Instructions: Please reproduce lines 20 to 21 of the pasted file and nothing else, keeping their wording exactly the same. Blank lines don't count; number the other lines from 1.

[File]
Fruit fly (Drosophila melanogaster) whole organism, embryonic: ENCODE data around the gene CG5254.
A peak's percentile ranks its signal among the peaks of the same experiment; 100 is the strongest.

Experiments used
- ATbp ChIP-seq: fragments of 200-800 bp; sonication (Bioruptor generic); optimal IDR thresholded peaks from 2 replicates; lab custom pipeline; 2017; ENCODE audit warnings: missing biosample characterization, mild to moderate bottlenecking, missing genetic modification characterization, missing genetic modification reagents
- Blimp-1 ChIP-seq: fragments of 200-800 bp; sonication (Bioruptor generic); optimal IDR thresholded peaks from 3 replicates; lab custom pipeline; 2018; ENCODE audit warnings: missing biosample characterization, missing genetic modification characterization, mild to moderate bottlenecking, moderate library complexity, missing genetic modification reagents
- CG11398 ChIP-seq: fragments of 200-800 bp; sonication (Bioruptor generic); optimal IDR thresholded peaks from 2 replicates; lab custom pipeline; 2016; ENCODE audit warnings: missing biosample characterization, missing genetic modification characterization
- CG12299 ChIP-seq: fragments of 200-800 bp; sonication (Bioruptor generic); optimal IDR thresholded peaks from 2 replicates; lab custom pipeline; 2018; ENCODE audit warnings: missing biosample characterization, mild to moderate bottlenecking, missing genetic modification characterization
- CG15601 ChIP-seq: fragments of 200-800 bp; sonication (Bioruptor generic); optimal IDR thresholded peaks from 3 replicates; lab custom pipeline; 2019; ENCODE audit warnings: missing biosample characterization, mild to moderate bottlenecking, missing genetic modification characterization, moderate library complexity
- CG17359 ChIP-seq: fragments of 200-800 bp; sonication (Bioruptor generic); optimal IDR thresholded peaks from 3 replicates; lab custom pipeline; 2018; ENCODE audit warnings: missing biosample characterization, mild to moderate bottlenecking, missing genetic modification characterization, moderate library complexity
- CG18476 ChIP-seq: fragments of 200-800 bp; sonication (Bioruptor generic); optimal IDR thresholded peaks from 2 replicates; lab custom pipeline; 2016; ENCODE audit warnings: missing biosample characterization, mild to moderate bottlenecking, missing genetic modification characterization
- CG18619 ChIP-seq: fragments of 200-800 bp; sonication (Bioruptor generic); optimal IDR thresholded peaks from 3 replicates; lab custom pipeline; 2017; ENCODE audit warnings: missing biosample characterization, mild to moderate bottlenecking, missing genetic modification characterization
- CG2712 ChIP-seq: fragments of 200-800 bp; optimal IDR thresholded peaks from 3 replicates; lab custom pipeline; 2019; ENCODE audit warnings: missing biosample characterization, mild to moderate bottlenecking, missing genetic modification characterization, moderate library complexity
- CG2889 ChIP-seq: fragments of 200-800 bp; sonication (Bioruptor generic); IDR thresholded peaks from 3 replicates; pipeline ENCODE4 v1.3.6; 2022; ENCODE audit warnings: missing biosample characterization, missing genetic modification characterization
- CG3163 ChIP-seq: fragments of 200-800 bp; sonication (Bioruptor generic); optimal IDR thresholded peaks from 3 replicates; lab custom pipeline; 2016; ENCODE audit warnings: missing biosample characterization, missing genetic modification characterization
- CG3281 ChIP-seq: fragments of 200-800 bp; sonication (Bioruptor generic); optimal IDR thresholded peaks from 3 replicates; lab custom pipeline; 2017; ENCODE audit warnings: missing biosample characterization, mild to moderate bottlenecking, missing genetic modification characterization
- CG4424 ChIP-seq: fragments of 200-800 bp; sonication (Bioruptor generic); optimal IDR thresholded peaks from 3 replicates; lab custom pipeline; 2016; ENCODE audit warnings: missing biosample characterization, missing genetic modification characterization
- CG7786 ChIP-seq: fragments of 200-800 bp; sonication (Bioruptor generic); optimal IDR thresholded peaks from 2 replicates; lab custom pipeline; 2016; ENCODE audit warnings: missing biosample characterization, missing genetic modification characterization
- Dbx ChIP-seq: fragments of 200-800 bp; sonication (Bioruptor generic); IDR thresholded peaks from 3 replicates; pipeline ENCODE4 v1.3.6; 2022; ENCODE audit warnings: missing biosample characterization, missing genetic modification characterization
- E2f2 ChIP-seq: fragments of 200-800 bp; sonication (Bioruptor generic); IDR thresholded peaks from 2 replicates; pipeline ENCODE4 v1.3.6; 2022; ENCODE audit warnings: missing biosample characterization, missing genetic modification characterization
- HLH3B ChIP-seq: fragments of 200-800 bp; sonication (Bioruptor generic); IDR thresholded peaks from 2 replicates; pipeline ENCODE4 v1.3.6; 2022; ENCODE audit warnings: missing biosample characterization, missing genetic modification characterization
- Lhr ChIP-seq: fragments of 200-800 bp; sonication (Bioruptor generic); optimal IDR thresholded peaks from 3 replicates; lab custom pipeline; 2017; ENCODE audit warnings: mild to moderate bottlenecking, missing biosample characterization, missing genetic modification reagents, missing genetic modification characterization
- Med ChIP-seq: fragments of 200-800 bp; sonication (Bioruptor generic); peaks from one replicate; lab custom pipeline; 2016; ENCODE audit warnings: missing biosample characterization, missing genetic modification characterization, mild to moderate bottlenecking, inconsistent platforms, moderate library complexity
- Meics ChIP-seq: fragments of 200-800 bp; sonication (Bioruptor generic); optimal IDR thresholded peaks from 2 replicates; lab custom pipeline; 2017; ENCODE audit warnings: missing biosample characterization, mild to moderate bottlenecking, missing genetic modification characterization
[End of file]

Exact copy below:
- HLH3B ChIP-seq: fragments of 200-800 bp; sonication (Bioruptor generic); IDR thresholded peaks from 2 replicates; pipeline ENCODE4 v1.3.6; 2022; ENCODE audit warnings: missing biosample characterization, missing genetic modification characterization
- Lhr ChIP-seq: fragments of 200-800 bp; sonication (Bioruptor generic); optimal IDR thresholded peaks from 3 replicates; lab custom pipeline; 2017; ENCODE audit warnings: mild to moderate bottlenecking, missing biosample characterization, missing genetic modification reagents, missing genetic modification characterization